Greece Bailout: IMF to be included

The mission heads of the International Monetary Fund, the European Commission, the European Central Bank and the euro zone’s ESM bailout fund are in Athens for talks for the next set of measures Greece must execute to be entitled for 1 billion Euros by the month end.

The IMF won’t be excluded from Greece’s bailout programme scrutiny, Eurozone administrators told Greece on Saturday after its prime minister Alexis Tsipras accused that the global lender was not playing a constructive role.

Alexis Tsipras complained the IMF of making improbable reform demands earlier this week, inciting a reaction from German Finance Minister Wolfgang Schauble, who announced it was not in Greece’s advantage to debate the fund’s involvement.

Eurogroup Working Group President Thomas Wieser reported that “There is no chance that the first review will conclude without the IM.”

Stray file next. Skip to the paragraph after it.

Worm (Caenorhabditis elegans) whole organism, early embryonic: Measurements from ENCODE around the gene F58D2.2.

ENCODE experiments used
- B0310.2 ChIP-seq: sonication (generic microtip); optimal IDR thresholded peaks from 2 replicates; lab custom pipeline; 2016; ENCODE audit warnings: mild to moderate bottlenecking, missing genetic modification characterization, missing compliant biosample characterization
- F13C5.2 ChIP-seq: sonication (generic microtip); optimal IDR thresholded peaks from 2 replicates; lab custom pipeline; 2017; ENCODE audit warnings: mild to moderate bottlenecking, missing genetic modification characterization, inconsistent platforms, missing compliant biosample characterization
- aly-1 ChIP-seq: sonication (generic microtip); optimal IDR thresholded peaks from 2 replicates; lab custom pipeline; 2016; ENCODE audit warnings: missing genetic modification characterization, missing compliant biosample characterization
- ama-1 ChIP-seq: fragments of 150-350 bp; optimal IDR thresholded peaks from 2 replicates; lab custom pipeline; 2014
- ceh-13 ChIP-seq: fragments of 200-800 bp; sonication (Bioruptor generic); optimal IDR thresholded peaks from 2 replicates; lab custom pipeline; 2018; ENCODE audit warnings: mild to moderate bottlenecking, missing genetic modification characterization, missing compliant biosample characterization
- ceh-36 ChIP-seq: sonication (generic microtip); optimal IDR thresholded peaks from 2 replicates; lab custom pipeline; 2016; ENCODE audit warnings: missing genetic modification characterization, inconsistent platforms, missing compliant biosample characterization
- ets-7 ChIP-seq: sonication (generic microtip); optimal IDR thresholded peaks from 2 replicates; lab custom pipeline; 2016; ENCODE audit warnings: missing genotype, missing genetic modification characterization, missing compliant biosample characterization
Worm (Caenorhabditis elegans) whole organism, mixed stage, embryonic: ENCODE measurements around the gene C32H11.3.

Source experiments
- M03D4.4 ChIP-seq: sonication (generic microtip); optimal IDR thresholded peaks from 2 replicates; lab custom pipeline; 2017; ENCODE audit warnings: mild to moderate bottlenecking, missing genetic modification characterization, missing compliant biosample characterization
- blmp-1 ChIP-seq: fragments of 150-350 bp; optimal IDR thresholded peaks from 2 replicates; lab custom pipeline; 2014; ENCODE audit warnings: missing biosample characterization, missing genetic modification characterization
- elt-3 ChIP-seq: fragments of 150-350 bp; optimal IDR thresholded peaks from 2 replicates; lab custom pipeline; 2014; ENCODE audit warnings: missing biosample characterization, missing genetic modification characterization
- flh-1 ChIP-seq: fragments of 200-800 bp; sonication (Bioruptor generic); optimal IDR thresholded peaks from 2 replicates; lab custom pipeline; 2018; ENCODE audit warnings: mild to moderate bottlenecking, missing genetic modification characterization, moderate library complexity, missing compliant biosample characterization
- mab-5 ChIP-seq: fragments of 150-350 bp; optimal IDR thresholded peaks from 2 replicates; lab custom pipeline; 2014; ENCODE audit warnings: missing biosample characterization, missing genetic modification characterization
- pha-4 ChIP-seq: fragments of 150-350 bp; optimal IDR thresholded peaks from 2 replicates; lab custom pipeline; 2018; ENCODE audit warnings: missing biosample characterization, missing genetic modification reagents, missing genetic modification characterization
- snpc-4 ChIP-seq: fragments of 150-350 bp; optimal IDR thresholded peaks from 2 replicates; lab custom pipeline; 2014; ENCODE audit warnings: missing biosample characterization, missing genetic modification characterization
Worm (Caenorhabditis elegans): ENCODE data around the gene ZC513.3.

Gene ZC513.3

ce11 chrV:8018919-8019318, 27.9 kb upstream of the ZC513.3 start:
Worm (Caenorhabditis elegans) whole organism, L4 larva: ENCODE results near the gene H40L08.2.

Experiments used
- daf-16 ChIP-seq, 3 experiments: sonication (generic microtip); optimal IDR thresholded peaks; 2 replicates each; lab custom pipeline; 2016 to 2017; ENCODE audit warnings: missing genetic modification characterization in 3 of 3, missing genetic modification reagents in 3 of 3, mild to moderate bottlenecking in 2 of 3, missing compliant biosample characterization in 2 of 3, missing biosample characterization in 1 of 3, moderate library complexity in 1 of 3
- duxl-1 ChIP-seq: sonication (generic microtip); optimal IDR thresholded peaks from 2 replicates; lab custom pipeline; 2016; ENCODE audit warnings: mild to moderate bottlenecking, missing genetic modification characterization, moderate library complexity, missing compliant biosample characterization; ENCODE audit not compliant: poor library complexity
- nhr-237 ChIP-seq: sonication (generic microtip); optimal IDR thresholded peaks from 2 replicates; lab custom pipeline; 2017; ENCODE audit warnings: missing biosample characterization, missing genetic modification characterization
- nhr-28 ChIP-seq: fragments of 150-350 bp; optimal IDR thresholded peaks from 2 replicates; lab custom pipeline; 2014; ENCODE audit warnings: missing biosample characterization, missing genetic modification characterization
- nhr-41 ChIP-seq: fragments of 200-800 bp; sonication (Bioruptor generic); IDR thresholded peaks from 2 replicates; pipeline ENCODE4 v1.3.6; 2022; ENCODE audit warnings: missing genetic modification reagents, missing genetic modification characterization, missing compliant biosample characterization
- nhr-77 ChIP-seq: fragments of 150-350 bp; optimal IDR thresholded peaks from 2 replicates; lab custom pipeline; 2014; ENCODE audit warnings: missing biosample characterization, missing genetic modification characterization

“This is not my personal opinion or that of EU institutions, but a reality that occurs from the parliamentary procedures in some member states,” he added.

The IMF announced it would wait to see the result of Greece’s debt alleviation talks with EU partners before granting to insert new cash as part of an 86 billion euro (£62.07 billion) third bailout programme earlier this year.

Athens anticipates to kickoff debt alleviation talks in February after a fruitful conclusion of the latest bailout’s first scrutiny that includes a painful pension reform.

European Stability Mechanism (ESM) chief Klaus Regling, announced on Saturday that the IMFwould engage in Greece’s bailout with a small contribution, as this was agreed in July.

The ESM chief said the organization aimed to re-sketch Greece’s debt and even out servicing reimbursements to make it feasible and captivate investors.

He further added “We will aim to straighten the profile of the debt. If we manage to prolong a little extra the period of the already very low repayments, then we will captivate investors.”

Greek finance minister Tsakalotos broadcasted earlier this month that he saw a 50-50 probability of Greece tapping capital markets by the 2016 end – the first time it would do so since it was boycotted from them in 2010.

Prime Minister Alexis Tsipras’ government wants to expedite consultations and open the way for talks on debt alleviation, searching pressingly to satisfy Greeks that their sacrifices will be exalted.

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